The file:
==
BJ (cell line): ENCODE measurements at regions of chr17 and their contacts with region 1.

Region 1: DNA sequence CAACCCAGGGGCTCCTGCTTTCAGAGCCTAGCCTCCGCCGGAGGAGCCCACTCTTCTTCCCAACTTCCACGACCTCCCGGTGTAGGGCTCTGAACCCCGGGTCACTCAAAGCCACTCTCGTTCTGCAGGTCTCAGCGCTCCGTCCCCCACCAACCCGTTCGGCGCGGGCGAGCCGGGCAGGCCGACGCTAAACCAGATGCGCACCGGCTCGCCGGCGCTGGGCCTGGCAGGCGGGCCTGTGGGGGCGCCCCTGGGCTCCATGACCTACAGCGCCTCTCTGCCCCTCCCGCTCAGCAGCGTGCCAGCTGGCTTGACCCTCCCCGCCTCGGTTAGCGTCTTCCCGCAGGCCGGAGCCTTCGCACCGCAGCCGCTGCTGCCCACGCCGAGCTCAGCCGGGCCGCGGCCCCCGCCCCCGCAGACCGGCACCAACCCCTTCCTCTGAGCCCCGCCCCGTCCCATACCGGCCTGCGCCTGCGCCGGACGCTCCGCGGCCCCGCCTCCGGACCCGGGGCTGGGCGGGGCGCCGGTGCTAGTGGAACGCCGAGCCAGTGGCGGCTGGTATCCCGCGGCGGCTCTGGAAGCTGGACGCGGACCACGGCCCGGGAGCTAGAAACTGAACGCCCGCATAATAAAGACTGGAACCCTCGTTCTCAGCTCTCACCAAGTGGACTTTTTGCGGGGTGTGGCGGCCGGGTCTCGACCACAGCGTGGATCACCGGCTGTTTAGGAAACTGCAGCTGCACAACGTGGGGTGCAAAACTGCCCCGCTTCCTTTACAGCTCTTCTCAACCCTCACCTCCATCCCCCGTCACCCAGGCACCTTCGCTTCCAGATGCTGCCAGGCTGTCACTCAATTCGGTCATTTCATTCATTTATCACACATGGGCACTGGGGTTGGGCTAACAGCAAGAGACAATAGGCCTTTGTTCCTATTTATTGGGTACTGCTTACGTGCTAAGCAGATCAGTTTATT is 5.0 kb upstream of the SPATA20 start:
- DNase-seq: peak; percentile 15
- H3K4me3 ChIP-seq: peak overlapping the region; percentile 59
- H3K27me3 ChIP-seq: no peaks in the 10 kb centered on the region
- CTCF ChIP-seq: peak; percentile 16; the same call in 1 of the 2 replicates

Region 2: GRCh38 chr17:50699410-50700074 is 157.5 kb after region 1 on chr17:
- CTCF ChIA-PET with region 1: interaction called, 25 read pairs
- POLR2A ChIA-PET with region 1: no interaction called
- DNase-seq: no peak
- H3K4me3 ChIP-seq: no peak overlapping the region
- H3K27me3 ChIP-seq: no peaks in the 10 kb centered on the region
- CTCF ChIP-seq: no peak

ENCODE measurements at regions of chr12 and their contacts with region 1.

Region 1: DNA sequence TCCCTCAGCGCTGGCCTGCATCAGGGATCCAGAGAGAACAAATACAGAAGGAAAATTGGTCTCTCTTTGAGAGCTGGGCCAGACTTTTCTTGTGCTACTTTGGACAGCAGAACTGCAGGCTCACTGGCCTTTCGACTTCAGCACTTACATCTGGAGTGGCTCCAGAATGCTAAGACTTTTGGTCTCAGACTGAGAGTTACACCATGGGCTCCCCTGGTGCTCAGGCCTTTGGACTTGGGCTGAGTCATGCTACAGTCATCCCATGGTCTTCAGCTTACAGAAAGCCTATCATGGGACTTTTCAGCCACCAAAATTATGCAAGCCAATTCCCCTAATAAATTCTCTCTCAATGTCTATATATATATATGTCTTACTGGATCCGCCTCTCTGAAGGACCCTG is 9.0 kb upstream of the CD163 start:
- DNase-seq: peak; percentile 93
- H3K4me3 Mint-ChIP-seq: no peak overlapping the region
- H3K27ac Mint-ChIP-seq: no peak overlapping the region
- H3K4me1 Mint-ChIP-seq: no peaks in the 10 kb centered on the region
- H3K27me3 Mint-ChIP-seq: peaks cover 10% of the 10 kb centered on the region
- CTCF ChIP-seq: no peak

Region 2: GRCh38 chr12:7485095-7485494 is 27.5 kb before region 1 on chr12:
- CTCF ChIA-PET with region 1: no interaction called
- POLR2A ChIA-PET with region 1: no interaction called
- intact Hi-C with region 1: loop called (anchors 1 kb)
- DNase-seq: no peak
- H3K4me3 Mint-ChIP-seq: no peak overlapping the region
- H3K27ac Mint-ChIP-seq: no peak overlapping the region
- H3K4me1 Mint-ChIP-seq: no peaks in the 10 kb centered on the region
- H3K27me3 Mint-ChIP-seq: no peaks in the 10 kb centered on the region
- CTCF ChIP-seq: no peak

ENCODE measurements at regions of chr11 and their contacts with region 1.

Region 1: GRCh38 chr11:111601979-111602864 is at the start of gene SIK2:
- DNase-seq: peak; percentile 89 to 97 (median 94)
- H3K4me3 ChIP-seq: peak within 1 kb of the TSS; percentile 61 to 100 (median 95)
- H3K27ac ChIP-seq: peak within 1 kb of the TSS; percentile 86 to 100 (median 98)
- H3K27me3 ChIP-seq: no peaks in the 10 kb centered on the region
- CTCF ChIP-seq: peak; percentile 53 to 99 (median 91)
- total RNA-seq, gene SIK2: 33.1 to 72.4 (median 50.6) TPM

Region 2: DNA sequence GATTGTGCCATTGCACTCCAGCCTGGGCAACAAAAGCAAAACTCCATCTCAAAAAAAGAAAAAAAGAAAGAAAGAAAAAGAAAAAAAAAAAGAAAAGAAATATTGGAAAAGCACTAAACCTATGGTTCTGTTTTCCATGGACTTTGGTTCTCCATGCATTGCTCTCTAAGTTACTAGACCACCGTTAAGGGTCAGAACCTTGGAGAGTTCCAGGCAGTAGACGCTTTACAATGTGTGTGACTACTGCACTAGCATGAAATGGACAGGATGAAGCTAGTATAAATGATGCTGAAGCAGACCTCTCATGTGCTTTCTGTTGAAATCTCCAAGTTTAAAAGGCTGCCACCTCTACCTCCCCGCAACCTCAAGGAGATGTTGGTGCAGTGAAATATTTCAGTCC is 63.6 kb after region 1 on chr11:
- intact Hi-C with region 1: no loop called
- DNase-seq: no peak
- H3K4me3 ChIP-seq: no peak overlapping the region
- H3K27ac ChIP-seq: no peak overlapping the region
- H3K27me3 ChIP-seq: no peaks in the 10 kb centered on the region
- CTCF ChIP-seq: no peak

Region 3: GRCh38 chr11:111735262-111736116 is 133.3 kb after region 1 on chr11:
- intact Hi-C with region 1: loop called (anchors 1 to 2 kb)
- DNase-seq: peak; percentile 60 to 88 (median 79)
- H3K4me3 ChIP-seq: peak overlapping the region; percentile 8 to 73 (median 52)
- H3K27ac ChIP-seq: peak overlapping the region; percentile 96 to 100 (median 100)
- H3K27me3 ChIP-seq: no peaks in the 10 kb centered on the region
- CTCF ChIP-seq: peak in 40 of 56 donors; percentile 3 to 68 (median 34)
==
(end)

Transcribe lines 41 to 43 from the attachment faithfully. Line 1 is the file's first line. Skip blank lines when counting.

- intact Hi-C with region 1: no loop called
- DNase-seq: no peak
- H3K4me3 ChIP-seq: no peak overlapping the region